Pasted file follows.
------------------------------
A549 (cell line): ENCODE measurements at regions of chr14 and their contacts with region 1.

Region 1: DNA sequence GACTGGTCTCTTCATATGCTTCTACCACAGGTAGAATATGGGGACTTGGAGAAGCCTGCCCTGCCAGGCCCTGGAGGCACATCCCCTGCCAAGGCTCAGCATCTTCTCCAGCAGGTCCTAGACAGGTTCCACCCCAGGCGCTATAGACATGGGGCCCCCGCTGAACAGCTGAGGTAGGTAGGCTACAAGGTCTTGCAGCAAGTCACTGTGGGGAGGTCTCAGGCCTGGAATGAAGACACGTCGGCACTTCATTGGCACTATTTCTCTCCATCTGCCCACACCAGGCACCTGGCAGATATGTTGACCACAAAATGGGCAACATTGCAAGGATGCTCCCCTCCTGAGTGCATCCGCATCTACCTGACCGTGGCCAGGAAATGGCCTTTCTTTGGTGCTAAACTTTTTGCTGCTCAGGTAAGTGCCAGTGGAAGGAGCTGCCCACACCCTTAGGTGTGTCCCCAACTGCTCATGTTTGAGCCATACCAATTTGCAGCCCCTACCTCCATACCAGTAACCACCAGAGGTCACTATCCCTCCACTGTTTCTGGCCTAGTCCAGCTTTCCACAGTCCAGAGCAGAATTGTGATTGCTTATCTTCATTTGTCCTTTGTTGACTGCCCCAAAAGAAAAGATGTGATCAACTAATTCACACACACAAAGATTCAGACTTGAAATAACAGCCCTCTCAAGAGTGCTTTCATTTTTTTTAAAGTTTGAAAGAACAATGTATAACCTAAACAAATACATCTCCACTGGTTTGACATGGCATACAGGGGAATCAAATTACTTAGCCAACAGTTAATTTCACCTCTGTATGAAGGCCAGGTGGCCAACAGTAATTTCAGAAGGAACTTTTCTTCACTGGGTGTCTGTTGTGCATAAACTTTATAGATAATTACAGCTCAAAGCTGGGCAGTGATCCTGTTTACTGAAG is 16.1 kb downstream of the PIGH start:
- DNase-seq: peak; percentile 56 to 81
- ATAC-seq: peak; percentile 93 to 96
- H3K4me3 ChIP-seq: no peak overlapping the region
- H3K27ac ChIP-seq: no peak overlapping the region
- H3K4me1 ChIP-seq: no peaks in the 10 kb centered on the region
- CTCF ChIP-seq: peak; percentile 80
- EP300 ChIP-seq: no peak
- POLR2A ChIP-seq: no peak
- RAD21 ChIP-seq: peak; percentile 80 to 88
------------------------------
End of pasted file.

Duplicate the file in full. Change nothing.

A549 (cell line): ENCODE measurements at regions of chr14 and their contacts with region 1.

Region 1: DNA sequence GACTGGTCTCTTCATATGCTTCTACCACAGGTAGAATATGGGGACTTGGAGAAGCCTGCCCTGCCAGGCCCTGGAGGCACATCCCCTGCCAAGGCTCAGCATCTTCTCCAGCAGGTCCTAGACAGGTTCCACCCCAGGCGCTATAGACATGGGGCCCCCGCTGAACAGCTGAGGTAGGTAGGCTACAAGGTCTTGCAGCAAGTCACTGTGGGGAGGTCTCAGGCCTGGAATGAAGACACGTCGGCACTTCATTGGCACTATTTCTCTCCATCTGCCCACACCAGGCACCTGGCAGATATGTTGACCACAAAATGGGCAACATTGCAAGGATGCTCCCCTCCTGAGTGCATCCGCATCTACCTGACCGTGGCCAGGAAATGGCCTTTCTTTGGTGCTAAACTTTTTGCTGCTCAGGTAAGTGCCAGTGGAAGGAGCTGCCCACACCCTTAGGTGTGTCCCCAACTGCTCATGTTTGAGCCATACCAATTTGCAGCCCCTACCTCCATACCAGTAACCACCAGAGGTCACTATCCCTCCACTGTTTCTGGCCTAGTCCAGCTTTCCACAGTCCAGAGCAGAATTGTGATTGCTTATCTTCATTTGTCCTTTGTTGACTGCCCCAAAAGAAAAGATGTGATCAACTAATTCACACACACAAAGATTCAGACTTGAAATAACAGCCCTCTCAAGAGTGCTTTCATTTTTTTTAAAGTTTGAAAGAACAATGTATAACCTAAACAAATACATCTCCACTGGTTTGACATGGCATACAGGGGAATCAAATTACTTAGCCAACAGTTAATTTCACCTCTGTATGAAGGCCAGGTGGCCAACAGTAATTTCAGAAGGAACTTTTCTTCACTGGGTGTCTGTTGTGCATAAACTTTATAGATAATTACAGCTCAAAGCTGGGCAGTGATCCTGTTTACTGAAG is 16.1 kb downstream of the PIGH start:
- DNase-seq: peak; percentile 56 to 81
- ATAC-seq: peak; percentile 93 to 96
- H3K4me3 ChIP-seq: no peak overlapping the region
- H3K27ac ChIP-seq: no peak overlapping the region
- H3K4me1 ChIP-seq: no peaks in the 10 kb centered on the region
- CTCF ChIP-seq: peak; percentile 80
- EP300 ChIP-seq: no peak
- POLR2A ChIP-seq: no peak
- RAD21 ChIP-seq: peak; percentile 80 to 88